Employers have been warned there are no excuses for allowing workers to risk their safety by clearing machinery that is not switched off, after a company was convicted over a young worker's injuries. Meanwhile, the employer of a worker killed by a runaway vehicle could be fined up to $9 million, after being charged with WHS offences.
A worker who claimed she was bullied and abused at work for a decade has been granted permission to sue her former employer over her mental injuries, more than three years after the limitation period ended.
Workplace bullies should be starting to get the message that there are serious consequences for their actions, after yet another bully and his company were convicted and fined for breaching safety laws in acting aggressively towards employees.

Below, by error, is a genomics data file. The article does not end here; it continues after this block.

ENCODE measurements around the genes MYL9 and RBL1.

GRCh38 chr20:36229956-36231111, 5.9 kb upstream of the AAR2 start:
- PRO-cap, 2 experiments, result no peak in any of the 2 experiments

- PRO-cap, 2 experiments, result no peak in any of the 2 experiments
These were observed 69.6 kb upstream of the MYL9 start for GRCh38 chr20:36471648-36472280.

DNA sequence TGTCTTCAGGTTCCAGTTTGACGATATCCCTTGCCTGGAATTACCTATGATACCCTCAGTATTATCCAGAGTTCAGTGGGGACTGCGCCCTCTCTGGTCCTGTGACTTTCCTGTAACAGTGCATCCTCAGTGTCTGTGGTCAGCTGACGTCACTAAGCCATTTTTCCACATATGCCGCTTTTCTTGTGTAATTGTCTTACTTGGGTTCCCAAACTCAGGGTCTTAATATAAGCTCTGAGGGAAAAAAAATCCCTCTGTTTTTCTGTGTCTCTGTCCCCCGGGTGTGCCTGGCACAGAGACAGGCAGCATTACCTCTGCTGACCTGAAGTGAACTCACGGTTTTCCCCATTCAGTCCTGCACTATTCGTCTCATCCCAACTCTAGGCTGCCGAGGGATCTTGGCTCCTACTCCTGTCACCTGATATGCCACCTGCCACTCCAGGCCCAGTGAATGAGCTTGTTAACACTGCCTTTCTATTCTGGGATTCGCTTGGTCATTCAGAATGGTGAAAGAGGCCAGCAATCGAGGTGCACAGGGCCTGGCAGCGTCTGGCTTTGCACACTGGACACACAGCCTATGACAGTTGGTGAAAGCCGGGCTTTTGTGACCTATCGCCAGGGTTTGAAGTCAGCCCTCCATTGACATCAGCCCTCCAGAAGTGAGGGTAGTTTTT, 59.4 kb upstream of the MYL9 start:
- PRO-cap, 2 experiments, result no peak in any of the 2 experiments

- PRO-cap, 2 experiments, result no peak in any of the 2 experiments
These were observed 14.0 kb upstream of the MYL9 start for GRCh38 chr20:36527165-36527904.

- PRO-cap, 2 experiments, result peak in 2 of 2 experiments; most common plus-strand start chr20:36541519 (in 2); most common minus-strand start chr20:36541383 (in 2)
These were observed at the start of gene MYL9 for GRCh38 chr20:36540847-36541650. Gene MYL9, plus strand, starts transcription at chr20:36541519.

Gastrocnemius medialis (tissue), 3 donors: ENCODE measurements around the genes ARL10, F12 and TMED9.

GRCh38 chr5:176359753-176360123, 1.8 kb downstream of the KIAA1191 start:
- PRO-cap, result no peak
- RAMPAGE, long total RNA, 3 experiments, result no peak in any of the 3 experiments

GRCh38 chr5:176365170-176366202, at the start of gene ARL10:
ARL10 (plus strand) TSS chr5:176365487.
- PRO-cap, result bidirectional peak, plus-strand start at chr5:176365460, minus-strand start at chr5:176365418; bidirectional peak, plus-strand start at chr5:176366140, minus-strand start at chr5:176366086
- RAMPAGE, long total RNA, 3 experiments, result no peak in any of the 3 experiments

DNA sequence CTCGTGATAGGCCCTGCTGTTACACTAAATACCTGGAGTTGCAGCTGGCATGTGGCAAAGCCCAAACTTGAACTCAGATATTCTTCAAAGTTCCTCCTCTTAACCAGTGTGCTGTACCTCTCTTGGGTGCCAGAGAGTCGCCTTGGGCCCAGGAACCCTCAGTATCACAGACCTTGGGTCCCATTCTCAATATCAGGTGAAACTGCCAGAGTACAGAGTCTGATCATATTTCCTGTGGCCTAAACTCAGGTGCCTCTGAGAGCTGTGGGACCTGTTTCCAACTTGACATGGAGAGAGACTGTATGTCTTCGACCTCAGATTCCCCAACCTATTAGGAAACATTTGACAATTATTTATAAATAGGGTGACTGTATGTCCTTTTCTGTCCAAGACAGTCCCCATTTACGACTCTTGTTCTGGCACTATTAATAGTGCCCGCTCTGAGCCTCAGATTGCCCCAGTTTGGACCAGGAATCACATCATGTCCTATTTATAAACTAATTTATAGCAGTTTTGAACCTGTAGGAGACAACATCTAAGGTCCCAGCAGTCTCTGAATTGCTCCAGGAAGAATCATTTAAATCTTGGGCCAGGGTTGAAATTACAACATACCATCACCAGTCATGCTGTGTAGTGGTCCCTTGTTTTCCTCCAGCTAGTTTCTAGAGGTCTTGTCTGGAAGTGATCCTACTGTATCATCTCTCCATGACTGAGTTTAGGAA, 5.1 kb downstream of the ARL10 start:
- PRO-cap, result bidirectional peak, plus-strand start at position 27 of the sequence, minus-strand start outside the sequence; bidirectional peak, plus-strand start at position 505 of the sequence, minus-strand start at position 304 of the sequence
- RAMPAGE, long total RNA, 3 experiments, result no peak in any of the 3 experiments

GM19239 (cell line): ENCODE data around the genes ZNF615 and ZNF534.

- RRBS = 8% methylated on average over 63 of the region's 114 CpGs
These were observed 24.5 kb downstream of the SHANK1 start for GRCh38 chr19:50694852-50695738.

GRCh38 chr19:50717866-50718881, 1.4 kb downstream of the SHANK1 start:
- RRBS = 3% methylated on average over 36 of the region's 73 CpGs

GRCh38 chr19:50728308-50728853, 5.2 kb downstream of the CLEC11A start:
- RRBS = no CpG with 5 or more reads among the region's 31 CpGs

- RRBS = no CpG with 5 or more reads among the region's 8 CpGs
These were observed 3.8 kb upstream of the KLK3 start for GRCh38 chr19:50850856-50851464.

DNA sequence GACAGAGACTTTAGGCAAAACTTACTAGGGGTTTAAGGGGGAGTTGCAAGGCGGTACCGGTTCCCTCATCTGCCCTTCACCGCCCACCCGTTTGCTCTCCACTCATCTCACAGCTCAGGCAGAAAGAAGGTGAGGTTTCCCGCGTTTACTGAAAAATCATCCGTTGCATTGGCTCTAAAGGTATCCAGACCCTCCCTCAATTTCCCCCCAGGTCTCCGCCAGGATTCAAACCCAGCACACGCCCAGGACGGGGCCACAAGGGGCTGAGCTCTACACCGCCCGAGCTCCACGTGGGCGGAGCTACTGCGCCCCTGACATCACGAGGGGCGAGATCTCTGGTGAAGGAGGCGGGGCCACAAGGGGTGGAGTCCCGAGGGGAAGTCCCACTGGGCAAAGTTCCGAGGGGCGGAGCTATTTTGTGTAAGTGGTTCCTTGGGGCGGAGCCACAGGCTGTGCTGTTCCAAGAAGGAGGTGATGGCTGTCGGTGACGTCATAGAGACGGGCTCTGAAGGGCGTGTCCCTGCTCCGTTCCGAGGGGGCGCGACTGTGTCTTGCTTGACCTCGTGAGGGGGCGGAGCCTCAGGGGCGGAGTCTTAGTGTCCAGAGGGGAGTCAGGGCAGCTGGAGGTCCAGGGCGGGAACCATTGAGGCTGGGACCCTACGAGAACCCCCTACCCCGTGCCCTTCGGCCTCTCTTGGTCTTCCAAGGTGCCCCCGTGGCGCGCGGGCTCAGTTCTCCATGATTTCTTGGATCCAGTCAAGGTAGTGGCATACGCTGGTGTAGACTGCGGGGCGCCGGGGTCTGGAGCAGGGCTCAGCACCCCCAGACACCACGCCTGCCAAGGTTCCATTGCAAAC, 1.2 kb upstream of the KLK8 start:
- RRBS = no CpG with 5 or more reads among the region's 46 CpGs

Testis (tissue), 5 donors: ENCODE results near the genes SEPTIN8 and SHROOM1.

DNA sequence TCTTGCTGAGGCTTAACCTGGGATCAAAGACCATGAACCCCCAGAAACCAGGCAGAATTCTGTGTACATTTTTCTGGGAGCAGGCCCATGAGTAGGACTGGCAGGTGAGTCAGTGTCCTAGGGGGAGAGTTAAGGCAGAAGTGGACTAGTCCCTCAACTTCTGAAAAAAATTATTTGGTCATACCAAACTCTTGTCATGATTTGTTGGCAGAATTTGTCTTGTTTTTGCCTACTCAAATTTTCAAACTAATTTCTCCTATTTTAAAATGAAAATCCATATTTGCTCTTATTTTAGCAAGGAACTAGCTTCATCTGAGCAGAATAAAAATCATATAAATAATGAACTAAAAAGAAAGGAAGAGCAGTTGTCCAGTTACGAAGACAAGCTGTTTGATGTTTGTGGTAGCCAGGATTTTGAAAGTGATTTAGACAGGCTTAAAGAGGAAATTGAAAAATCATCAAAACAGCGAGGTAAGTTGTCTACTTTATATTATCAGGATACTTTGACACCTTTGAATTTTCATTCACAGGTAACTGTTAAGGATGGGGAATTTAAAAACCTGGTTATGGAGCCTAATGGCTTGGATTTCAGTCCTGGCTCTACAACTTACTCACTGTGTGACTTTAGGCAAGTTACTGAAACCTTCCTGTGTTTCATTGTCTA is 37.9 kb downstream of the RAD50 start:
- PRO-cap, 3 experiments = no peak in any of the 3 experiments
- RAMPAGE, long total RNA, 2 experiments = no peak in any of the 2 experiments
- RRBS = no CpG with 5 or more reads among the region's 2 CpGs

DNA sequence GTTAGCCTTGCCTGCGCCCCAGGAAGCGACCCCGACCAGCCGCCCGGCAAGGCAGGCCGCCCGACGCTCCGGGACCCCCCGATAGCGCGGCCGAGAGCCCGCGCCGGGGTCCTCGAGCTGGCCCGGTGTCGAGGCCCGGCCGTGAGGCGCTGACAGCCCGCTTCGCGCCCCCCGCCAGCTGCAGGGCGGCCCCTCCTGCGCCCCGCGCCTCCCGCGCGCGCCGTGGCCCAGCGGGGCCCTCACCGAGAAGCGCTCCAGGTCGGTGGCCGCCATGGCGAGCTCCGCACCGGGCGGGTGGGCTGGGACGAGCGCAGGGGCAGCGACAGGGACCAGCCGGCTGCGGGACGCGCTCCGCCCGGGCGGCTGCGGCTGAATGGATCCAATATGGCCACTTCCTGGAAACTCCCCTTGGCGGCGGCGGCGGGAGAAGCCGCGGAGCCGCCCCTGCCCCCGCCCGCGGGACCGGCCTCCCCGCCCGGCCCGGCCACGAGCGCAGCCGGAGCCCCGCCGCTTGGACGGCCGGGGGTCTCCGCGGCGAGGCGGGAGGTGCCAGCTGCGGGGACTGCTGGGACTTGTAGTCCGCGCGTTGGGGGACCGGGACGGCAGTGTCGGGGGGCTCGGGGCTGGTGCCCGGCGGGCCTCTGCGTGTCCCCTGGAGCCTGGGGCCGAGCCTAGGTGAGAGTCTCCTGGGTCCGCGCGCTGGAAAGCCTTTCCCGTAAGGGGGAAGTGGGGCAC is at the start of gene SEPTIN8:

A PCBU has been ordered to pay about $500,000 in penalties after a worker was killed by an imported machine that hadn't been assessed by engineers and didn't comply with safety standards. Another employer has been convicted and fined for allowing workers to take unnecessary risks during hectic periods.
The first of four entities charged after a teenage worker died has been fined over a supervisor's failure to tackle non-conformance issues. Meanwhile, a major employer that failed to implement its documented unloading procedures has been fined after a delivery driver was run over by mobile plant - twice.
A registered training organisation and an assessor who cut short training sessions for high-risk work licences, and didn't cover all the components, have been fined more than $200,000 for OHS breaches.